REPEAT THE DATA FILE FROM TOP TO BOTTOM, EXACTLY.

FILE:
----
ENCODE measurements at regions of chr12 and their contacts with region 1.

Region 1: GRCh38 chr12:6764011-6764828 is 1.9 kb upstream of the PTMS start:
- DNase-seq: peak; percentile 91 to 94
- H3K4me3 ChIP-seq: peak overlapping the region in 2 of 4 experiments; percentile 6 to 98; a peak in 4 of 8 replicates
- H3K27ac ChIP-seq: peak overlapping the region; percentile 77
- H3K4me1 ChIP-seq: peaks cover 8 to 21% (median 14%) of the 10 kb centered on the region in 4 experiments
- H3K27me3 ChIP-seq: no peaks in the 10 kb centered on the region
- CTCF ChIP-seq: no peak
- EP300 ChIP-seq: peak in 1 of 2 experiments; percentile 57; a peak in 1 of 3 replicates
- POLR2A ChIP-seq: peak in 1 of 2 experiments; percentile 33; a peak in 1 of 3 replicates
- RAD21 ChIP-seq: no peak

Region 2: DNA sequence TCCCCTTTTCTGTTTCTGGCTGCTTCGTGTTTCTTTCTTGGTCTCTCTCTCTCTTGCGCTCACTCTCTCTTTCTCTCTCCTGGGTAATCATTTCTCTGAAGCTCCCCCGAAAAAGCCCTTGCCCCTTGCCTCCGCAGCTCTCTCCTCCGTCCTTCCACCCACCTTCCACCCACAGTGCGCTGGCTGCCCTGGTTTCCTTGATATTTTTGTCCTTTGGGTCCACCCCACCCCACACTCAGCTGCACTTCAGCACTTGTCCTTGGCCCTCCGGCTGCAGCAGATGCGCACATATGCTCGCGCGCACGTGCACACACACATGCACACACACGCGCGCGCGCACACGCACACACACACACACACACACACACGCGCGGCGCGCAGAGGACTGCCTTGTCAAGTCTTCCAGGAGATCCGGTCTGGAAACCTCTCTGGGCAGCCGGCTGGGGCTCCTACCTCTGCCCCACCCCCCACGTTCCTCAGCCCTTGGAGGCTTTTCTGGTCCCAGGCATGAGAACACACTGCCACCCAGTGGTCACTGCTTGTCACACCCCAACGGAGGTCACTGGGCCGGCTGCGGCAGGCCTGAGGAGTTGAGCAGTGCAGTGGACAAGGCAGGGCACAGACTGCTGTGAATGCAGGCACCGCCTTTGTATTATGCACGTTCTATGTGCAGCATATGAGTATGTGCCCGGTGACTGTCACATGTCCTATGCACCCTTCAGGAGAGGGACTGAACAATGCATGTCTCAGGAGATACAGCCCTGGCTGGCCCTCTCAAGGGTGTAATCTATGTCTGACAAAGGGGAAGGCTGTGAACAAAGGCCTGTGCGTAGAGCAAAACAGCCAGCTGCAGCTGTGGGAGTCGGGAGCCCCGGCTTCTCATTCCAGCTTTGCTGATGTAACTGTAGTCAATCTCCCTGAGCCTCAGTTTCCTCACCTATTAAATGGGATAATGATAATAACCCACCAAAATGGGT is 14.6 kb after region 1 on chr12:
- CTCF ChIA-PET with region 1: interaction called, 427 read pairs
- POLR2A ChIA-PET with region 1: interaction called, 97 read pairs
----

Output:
ENCODE measurements at regions of chr12 and their contacts with region 1.

Region 1: GRCh38 chr12:6764011-6764828 is 1.9 kb upstream of the PTMS start:
- DNase-seq: peak; percentile 91 to 94
- H3K4me3 ChIP-seq: peak overlapping the region in 2 of 4 experiments; percentile 6 to 98; a peak in 4 of 8 replicates
- H3K27ac ChIP-seq: peak overlapping the region; percentile 77
- H3K4me1 ChIP-seq: peaks cover 8 to 21% (median 14%) of the 10 kb centered on the region in 4 experiments
- H3K27me3 ChIP-seq: no peaks in the 10 kb centered on the region
- CTCF ChIP-seq: no peak
- EP300 ChIP-seq: peak in 1 of 2 experiments; percentile 57; a peak in 1 of 3 replicates
- POLR2A ChIP-seq: peak in 1 of 2 experiments; percentile 33; a peak in 1 of 3 replicates
- RAD21 ChIP-seq: no peak

Region 2: DNA sequence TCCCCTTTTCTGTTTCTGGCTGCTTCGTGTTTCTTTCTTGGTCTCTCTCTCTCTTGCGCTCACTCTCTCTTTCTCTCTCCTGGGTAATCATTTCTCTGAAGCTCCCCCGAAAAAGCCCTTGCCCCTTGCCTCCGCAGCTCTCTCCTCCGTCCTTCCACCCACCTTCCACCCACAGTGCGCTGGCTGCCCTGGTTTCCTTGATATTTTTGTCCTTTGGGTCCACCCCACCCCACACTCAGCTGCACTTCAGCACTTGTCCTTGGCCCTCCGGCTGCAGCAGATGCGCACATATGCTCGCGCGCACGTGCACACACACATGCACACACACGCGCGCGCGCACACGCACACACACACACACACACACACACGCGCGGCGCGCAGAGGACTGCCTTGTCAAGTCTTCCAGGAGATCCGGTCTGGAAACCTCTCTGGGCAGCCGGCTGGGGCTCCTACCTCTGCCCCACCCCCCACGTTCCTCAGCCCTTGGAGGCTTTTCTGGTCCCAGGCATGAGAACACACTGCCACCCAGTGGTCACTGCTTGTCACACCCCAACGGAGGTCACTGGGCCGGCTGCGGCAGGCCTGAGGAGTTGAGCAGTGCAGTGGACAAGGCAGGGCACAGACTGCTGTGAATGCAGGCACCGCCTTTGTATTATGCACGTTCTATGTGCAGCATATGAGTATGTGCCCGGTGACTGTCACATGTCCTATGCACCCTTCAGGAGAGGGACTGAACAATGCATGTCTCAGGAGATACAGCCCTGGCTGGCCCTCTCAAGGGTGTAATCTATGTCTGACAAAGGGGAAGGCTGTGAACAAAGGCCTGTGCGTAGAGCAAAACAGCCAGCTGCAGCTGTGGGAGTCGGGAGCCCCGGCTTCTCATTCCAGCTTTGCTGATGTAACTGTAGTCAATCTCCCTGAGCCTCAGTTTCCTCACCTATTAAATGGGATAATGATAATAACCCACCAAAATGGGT is 14.6 kb after region 1 on chr12:
- CTCF ChIA-PET with region 1: interaction called, 427 read pairs
- POLR2A ChIA-PET with region 1: interaction called, 97 read pairs